The Next Big Thing is a blog chain for writers and artists linking together and talking about their current projects.  It gives you a chance to discover new writers and blogs but also brings together writers across different genres.  Each creator is required to answer a set series of questions and then pass the baton to someone else.

Last week children’s author Penny Reeve shared about her upcoming picture book ‘Wonderfully Madison’, illustrated by Jemima Trappel, which will be published later this year by Growing Faith.  Penny kindly asked me to follow her in the chain.  So here’s my contribution.

1. What is the working title of your next book?

Emily the Energetic Elephant.

2. Where did the idea come from for the book?

When I was working on Marty’s Nut-Free Party, people kept asking me if I was going to write another book about allergies.  I had always intended Marty to be a stand-alone book, but after I saw the beautiful illustrations and the wonderful characters that Leigh Hedstrom had created, I thought it might be nice to give the other characters their own story too. Asthma is the most common chronic childhood illness and my eldest daughter has had a long struggle with it, including being hospitalized a number of times, so I knew the next book had to be about that.   I wanted to write a book that would teach children to recognize the triggers for and symptoms of their asthma so they can learn to manage it better, while still living an active lifestyle.

3. What genre does your book fall under?

It’s a children’s picture book, which will be illustrated by Leigh Hedstrom. 

4. What actors would you choose to play the parts of your characters in a movie rendition?

I think you’d be hard-pressed to make a movie out of a 500 word picture book – it’d have to be more strung out than Seven Years in Tibet and I don’t think anybody would want that.

5. What is the one-sentence synopsis of your book?

Emily was full of energy.  But sometimes, when her asthma got bad, Emily was not allowed to be active. How can Emily improve her asthma and find an outlet for her energy?

(OK I know that’s three sentences, but they’re short ones!)

6. Will your book be self-published or represented by an agency?

Emily the Energetic Elephant is being published by Wombat Books.

7. How long did it take you to write the first draft of the manuscript?

I slaved away on it for twelve years, went through three marriages and lost most of my hair in the process.  Actually it was a very fast process.  I created the first document on August 22, 2012 and I received the final edited version back from the publisher on October 26, just two months later.  In that time I did six rewrites and the ending changed a number of times, but essentially it’s the same story.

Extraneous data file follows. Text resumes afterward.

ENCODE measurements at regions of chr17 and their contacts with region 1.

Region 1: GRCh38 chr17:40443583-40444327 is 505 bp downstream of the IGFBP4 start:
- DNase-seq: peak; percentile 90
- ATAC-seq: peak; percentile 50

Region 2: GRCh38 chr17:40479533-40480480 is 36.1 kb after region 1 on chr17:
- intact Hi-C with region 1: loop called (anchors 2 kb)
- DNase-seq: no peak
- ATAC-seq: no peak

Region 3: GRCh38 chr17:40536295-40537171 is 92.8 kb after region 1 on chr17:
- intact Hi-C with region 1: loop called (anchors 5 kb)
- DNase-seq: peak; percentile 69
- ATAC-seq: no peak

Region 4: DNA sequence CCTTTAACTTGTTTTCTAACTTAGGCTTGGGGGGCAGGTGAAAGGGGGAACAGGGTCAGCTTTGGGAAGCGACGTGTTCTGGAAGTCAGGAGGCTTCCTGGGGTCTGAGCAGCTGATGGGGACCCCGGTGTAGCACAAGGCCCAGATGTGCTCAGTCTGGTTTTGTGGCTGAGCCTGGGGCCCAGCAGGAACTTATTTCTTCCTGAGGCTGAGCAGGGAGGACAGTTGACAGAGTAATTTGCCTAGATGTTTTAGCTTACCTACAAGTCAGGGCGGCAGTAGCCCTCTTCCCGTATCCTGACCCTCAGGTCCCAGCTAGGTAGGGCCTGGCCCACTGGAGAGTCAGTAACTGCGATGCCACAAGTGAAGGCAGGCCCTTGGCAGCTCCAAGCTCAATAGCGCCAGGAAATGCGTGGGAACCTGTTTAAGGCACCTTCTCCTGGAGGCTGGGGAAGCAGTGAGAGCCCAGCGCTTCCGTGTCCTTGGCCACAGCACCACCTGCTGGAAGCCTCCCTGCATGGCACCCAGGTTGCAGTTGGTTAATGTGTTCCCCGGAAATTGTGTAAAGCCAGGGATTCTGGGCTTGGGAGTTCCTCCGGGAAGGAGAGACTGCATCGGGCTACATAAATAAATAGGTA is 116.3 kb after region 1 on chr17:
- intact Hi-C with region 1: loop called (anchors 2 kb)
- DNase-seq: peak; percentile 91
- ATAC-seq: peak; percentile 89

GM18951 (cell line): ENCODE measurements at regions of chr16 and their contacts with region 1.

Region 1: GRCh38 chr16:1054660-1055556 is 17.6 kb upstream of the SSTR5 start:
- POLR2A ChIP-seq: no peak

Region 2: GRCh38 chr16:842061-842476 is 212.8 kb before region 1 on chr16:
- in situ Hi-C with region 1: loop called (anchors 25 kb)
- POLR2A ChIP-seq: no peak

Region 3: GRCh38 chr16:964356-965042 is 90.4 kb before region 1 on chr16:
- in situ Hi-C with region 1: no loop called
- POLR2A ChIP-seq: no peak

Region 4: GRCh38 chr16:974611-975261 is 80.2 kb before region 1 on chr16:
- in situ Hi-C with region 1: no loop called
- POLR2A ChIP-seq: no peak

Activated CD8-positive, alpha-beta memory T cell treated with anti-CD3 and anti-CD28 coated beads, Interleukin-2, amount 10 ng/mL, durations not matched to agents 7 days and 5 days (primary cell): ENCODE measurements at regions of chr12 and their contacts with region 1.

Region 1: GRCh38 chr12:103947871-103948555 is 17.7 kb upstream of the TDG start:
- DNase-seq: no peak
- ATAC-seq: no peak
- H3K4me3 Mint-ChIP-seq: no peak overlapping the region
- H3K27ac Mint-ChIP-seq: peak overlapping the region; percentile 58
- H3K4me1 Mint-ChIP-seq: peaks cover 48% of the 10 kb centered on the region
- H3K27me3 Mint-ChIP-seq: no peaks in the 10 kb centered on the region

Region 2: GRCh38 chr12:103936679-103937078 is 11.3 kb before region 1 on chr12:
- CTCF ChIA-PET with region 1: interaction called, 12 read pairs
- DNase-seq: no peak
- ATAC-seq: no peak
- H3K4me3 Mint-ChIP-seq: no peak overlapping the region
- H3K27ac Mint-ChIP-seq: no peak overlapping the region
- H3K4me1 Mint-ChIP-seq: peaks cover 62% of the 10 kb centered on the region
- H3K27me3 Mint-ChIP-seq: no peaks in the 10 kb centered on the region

8. What other books would you compare this story to within your genre?

I actually haven’t found too many books that teach children about health issues within the structure of a good story, but the closest would probably be Coming Home by Sharon McGuiness and of course, Marty’s Nut-Free Party.  There’s also a great book from the US called The Princess and the Peanut, which is a fun take on peanut allergies.

9. Who or what inspired you to write this book?

The main inspiration was the number of long nights we’ve spent at Westmead Children’s Hospital with Caillie when she’s had severe asthma.  There was one time a GP told me Caillie didn’t have asthma because she couldn’t hear any wheeze.  Caillie was extremely lethargic by this point.  The GP told me to give her paracetemol, wait half an hour and then if she wasn’t showing any improvement, to take her to hospital.  Seeing how floppy she was when we got home, I decided to go straight to emergency, where they tested her oxygen and discovered it was dangerously low.  The doctor there told me the reason there was no wheeze was because she wasn’t getting enough air into her lungs to make the wheezing sound.  After she’d been on ventolin for 20 minutes the wheeze appeared and Caillie became more alert again.  It made me realize how important it is for families to know as much as possible about their child’s condition, the triggers, how it presents etc so they can make good decisions about their child’s health.

There were also a number of powerful images that inspired me in the creation of the story line.  I saw a beautiful underwater video of elephants swimming in the ocean and was struck by what a lovely and unusual image it was.  I also saw a funny CG video of an elephant bouncing on a trampoline and I thought it might be humorous to have an elephant doing all sorts of athletic and energetic actions, such as trampolining, scooting and swinging.  I also wanted to write a story that would give the illustrator lots of potential for creating fun, energetic pictures, full of life and movement.  And of course, Emily has to take control of her health and find positive ways to work with her condition. 

10. What else about the book might pique a reader’s interest?

Marty makes a re-appearance in the book, as does a number of his friends.  I’m hoping there will be a lot of humour in the illustrations (no pressure, Leigh!).

Next week on Wednesday Jan 30, Cecily Paterson will share about her new teen fiction novel, Invisible, available for download as an ebook.